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March Madness gone wild

College basketball is great entertainment but needs reform

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Hurrah for the city of Detroit: The beleaguered car capital gets to polish up its chrome for a national TV audience this weekend as it hosts college basketball's Final Four and the national championship game.

Detroit could use a "glam-dunk" event about now. Ford Field, at 70,000 seats, should set an attendance record for the NCAA basketball tourney.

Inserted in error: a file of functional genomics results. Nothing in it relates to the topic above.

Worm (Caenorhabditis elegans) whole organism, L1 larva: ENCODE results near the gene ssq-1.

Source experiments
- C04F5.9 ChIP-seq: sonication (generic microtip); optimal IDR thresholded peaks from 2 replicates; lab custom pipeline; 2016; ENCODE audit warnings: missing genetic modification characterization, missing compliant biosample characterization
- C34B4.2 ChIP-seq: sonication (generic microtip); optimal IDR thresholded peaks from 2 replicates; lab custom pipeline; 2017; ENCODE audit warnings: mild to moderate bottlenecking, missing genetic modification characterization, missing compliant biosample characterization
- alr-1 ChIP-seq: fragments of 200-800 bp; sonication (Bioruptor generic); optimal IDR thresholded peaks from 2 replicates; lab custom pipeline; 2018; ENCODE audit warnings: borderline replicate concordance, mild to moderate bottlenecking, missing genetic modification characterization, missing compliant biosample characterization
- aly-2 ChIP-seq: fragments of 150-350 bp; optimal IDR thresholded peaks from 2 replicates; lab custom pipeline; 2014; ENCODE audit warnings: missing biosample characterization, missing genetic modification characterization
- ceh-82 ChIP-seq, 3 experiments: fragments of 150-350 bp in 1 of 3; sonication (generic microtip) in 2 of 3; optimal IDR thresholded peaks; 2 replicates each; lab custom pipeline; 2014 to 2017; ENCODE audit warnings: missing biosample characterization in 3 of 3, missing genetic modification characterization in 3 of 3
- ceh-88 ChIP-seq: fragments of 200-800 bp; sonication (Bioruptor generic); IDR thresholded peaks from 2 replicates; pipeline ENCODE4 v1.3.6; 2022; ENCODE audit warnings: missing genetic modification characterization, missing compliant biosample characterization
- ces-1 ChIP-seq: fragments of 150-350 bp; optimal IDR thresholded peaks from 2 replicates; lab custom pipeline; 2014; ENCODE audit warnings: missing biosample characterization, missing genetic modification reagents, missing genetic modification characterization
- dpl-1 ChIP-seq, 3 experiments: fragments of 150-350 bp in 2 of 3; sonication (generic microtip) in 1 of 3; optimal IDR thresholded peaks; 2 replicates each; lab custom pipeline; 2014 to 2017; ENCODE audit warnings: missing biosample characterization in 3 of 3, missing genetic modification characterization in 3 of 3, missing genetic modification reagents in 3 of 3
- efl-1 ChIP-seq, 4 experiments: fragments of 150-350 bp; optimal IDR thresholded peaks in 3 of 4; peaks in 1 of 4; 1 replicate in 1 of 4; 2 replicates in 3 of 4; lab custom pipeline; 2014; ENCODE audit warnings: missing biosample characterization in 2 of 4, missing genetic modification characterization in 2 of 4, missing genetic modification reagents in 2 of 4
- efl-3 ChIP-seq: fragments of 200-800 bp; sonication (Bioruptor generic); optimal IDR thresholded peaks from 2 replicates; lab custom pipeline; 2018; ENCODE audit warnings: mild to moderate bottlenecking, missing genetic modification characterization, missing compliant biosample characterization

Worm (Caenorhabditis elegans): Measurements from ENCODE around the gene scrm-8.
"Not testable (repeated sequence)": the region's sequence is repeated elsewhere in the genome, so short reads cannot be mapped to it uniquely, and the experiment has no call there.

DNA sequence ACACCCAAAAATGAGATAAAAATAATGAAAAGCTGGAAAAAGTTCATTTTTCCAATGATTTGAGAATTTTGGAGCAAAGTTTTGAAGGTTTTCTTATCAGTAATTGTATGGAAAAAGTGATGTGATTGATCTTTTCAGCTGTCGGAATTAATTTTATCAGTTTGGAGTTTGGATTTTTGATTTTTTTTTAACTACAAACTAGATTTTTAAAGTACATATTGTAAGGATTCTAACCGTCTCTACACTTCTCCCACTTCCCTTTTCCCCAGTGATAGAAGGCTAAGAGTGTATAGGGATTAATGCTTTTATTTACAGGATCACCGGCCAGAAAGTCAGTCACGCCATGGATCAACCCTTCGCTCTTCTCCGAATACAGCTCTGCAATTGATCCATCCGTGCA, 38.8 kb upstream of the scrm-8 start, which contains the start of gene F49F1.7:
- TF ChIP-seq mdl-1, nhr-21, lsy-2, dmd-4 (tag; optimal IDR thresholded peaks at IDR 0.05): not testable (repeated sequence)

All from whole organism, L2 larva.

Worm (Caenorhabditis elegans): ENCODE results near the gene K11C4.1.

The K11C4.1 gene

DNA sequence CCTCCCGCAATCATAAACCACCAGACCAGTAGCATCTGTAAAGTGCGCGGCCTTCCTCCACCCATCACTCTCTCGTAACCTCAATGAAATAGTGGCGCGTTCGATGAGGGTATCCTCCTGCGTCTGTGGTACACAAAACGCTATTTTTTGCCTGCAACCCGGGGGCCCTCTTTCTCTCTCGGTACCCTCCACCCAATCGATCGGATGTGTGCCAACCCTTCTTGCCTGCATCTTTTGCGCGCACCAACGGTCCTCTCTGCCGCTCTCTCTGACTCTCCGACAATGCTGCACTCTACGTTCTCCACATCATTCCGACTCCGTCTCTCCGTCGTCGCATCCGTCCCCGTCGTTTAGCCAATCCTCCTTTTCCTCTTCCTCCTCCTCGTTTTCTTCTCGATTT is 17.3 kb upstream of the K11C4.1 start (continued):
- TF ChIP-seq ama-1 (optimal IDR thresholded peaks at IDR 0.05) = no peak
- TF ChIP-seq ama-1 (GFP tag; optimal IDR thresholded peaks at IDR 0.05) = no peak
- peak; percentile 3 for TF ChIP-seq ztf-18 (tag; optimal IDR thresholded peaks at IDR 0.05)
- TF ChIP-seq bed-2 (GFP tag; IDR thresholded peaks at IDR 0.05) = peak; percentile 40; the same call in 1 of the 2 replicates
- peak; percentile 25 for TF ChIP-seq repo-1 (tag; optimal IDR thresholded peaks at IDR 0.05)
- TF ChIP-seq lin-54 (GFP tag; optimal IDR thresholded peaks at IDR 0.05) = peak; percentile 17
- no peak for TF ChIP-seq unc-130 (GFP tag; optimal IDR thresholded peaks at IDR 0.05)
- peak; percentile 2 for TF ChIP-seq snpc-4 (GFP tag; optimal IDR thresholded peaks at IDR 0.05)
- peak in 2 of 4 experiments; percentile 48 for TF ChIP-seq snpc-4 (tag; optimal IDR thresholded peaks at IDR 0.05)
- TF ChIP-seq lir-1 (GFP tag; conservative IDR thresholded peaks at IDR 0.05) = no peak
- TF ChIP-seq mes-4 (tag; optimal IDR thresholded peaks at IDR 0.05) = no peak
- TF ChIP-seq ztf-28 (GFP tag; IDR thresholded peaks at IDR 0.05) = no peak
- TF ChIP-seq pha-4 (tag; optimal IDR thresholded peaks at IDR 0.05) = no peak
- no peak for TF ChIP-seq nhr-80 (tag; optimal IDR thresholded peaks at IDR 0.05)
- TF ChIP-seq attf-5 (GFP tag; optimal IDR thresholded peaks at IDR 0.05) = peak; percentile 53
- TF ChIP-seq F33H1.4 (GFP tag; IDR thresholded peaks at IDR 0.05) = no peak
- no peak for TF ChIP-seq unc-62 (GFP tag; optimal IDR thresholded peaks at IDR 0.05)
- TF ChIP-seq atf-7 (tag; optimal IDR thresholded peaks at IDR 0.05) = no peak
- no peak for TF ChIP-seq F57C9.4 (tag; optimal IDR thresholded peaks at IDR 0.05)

In many respects, big-time college basketball is experiencing a golden age. The NCAA, which runs the college basketball tournament, is in the midst of an 11-year, $6 billion contract with CBS to televise the games. The tournament, popularly known as March Madness, features athletes from all over the world who come to play American college basketball, such as University of Connecticut's 7-foot-3-inch center Hasheem Thabeet.

But the excitement about which Final Four team – Connecticut, Michigan State, Villanova, or North Carolina – will prevail belies a system rife with problems and overdue for reform.

The very best players are using college basketball as a one-year stopover, passing time until they become 19 years old and a year out of high school in order to be eligible for the National Basketball Association (NBA) draft.

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